The high marks continued with Corbin High School’s performance. They showed an overall score of 66.5, putting them with a Percentile Rank of 94, and a Distinguished classification. Along with Corbin Middle and Elementary Schools, Corbin High was rewarded as a Highest Performing School.
While its overall score was 63.2, Corbin Intermediate School’s Percentile Rank was lower than the other schools in the Corbin district, with a 73. They were also classified as “Proficient.”
According to the KDE, a school or district is classified as “Proficient”, if their score is in the 70th to 89th percentile in the state.
But Cox said there’s a reason for the school’s lower percentile rank.
“Even though our grade range for Corbin Intermediate is 5th and 6th Grades, the state put them in the Elementary School category,” he pointed out. Cox added Corbin Primary School was not listed in the test scores, because the state did not test the school.
As a district, The Whitley County Schools had an overall score of 55.8, giving them a Kentucky rank of 54, and a “Needs Improvement” classification.
According to the state Department of Education, a school or district “Needs Improvement” if their score is below the 70th percentile in the state.
Whitley County High School’s overall score was 51.6, earning them a Kentucky rank of 34, and was classified with “Needs Improvement”, as were all but two other schools in the district.
The exceptions were Whitley County East Elementary School and Whitley Central Intermediate School. Whitley East got a “Distinguished” classification, and a reward of being a Highest Performing School, while Whitley Central Intermediate got a “Proficient” classification.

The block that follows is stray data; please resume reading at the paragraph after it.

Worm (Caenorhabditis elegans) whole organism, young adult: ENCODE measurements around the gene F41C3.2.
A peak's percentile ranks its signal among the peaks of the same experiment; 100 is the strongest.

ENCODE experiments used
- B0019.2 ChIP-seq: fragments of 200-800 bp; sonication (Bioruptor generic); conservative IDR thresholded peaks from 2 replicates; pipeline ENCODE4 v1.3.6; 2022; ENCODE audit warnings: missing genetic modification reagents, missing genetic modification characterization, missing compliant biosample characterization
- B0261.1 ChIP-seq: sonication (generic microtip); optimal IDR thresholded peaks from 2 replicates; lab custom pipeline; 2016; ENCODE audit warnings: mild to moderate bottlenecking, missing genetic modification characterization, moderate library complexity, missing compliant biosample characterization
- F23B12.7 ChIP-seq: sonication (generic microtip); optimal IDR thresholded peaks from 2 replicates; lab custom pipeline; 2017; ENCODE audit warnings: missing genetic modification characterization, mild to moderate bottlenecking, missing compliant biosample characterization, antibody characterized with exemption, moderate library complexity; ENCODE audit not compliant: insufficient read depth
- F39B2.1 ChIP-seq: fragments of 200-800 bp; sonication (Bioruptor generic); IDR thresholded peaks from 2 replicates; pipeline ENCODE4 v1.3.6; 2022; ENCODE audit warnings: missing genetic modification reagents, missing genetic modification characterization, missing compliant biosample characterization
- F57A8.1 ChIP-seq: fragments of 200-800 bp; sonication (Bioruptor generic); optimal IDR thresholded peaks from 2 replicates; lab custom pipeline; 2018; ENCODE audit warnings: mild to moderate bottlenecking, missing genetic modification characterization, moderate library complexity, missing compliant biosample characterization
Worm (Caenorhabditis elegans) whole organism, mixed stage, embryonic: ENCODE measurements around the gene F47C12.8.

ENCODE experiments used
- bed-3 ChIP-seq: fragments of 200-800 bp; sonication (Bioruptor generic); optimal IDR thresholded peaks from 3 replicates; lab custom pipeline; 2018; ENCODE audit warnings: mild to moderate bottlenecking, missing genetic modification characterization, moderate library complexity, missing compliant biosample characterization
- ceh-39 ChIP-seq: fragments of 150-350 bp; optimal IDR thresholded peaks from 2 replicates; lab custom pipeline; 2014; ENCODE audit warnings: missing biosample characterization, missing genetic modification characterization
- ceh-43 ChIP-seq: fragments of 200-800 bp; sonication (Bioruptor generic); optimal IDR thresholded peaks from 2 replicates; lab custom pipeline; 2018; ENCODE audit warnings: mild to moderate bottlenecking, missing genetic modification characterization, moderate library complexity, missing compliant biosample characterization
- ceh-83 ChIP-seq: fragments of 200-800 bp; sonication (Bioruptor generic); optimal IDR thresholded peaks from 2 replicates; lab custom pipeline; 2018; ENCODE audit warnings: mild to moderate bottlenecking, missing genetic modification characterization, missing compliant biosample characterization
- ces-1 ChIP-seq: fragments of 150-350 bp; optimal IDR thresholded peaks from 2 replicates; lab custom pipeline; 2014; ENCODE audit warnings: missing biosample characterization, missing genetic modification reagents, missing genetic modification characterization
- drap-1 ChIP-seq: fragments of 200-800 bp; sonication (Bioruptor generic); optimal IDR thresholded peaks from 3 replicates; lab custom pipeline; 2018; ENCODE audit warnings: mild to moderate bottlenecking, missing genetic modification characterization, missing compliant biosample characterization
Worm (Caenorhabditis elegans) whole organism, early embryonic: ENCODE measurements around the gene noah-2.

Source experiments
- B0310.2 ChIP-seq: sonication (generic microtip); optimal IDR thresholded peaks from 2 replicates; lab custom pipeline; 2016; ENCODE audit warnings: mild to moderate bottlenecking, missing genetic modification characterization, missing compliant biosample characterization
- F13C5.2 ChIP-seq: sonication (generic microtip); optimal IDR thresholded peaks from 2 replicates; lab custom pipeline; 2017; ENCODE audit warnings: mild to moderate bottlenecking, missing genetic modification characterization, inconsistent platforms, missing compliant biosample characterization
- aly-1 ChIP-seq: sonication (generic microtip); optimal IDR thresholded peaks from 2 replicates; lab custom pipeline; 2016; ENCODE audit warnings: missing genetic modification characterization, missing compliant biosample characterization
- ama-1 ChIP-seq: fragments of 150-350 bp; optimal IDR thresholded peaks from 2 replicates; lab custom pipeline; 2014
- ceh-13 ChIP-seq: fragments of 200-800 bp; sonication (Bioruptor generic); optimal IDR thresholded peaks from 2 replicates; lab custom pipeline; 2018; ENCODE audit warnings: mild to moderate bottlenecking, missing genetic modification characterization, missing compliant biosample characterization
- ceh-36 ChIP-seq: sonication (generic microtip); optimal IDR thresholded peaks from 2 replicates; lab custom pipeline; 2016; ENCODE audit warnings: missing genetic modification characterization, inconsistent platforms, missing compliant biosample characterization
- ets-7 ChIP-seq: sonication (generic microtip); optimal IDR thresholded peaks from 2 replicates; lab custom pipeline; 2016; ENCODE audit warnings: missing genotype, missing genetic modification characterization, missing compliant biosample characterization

The Williamsburg Independent Schools as a district had an overall score of 59.2, giving them a Kentucky rank of 78. That classified them as “Proficient.” Broken down, the state figures showed Williamsburg’s elementary school and high school were classified as “Needs Improvement,” while the middle school got a Proficient classification.
District-wide, the Knox County Public School system pulled an overall score of 46.1, giving the district a Kentucky rank of 7, which earned them a “Needs Improvement” classification.
For the district’s two high schools, Knox Central High’s overall score was 46.8, giving them a Kentucky rank of 16 and classified as Needs Improvement. Knox Central was also recognized in the profile as a “Priority School.”
A “Priority” school is a school identified as a Persistently Low Achieving (PLA) school, according to the KDE.
Lynn Camp High School’s overall score came in at 43.1, giving them a Kentucky rank of 8, and a “Needs Improvement” classification.
Three schools in the Knox County system — Lynn Camp Middle, Knox County Middle, and Flat Lick Elementary — were recognized in the test results as a “Focus School.”
The state Education Department states a “Focus School or District” has a non-duplicated gap group score in the bottom 10 percent of the state, or has an individual group of students scoring significantly low (by this rule, districts cannot be Focus) or has a graduation rate less than 60 for two consecutive years (districts cannot be Focus by this rule).
All other schools in the Knox County district listed in the Kentucky School Report Card were classified as “Needs Improvement.”